-Jaclyn Quaresma, Programming Director
A note on the programming streams:
In consideration of the complex relationship between screens, internet access, and moving-image culture, Images Festival acknowledges that our traditional program streams—ON Screen and OFF Screen, first introduced in 2005—are no longer representative of our current-day practices of looking. From the cables that cross ocean floors, immense data storage centres, and the countless connections made between people through their myriad devices, it has become clear that the contemporary lived experience in Toronto is rarely bifurcated by the digital and physical worlds.
Once named to describe the in-cinema experience, the language of ON Screen in 2023 describes a large possibility of viewing options: in gallery on a monitor, at home on a television, projected in cinema, on the TTC from your mobile device, pre-recorded or live…. OFF Screen, then, was meant to designate all programming efforts that did not take place in-cinema. Festival workshops, talks, tours, and exhibitions fell under this category. But with digital capabilities and hybrid models, we can imagine much more of this happening online.
In fact, Images Festival was an early adopter of online streaming and took our 2020 festival entirely online with less than one month of preparation. During the Great Resignation, while limitations to online access in relation to daily progress in the workspace have been reassessed, and more and more people are working remotely, Images has intentionally scheduled select weekday lunchtime screenings online, acknowledging our audience is often, if not always, online and ON Screen. At this stage in the pandemic, it has become increasingly hard to speak about screens solely as viewing platforms. They fill almost every facet of our lives. We instead offer two alternatives: Online and AFK.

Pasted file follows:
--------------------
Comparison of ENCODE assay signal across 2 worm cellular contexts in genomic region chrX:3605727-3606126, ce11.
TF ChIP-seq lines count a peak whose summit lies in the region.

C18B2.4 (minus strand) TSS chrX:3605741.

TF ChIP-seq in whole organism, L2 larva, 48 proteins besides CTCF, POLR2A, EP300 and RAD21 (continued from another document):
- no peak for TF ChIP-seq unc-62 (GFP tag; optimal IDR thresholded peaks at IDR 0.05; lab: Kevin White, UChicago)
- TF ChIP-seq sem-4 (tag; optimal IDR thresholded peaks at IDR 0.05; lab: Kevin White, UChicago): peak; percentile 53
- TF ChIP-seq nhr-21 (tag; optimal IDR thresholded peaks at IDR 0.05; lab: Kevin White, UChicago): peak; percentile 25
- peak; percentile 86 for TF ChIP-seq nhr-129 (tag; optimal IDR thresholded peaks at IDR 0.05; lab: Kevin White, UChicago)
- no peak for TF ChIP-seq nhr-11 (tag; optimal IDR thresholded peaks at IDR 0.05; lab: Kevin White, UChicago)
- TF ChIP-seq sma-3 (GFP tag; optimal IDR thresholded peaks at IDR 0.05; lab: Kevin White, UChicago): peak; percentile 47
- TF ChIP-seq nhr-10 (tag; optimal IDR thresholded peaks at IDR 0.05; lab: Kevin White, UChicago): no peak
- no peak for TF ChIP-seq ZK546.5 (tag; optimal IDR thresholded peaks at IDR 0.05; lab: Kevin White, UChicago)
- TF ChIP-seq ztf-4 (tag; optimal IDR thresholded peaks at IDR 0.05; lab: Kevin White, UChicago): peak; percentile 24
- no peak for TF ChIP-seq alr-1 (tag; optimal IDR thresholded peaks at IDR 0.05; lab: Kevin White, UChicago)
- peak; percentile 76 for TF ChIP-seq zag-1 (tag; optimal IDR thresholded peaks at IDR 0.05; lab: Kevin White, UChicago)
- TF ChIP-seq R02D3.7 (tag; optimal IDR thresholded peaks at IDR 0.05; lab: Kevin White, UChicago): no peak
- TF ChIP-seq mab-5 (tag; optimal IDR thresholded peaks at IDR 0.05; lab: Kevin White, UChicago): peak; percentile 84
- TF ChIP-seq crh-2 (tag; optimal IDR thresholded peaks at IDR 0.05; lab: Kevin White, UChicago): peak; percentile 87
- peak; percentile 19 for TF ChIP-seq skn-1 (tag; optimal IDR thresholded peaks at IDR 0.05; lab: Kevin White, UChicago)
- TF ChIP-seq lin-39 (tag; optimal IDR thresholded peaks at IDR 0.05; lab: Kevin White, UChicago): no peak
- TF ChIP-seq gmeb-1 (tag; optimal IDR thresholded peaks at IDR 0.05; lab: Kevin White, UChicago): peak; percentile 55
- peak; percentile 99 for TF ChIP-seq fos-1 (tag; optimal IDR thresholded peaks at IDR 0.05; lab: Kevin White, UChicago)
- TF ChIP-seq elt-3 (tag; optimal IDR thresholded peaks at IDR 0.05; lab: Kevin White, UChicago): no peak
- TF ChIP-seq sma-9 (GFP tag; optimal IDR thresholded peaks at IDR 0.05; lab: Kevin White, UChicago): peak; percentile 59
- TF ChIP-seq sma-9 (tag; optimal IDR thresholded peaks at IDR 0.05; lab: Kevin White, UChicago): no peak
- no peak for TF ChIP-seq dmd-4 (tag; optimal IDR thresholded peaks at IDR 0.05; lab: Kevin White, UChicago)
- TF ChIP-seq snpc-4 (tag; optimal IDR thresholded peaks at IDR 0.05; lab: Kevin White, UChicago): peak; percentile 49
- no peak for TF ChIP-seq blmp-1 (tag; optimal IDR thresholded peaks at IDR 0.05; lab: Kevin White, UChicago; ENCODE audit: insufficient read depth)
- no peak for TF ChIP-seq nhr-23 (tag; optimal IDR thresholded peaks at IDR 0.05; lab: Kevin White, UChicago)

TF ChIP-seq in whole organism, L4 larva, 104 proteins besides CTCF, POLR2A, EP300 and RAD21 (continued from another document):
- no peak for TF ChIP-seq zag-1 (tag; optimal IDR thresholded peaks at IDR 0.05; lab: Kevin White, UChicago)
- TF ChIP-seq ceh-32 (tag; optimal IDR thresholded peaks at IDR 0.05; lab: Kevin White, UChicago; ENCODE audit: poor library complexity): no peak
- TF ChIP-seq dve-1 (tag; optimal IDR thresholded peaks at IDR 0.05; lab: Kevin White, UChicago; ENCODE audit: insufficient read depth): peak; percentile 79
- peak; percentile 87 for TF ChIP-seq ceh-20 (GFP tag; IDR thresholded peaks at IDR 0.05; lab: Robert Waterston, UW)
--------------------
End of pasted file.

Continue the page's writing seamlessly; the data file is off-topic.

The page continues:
Online describes any programming that a participant can access outside of a festival venue with an internet connection and a digital device of their choice.
AFK describes programming that happens Away From the Keyboard. Whether people are at a computer, or messaging on their mobile device or through their Apple Watch, Images acknowledges that they are consistently online and that there are many ways to access the internet. AFK programs simply ask that we step away from the keyboard to engage with a program. The programs are location-based, require physical attendance, and do not require personal access to the internet or a device of their own.
Given our complex relationship with screens and moving-image culture, and the experimental heart of Images Festival, we will surely produce situations where these categories overlap. For example, an AFK exhibition might require one to use a tablet or phone, essentially tethering them again to the figurative keyboard. Nevertheless, one would still be required to visit the exhibition physically. We at Images also understand the prevalence of our use of mobile devices for messaging, documenting, and making those quick reference checks. We know that the audience will never truly be away from the keyboard. We just ask that when you are in-cinema, your devices are on silent and put away.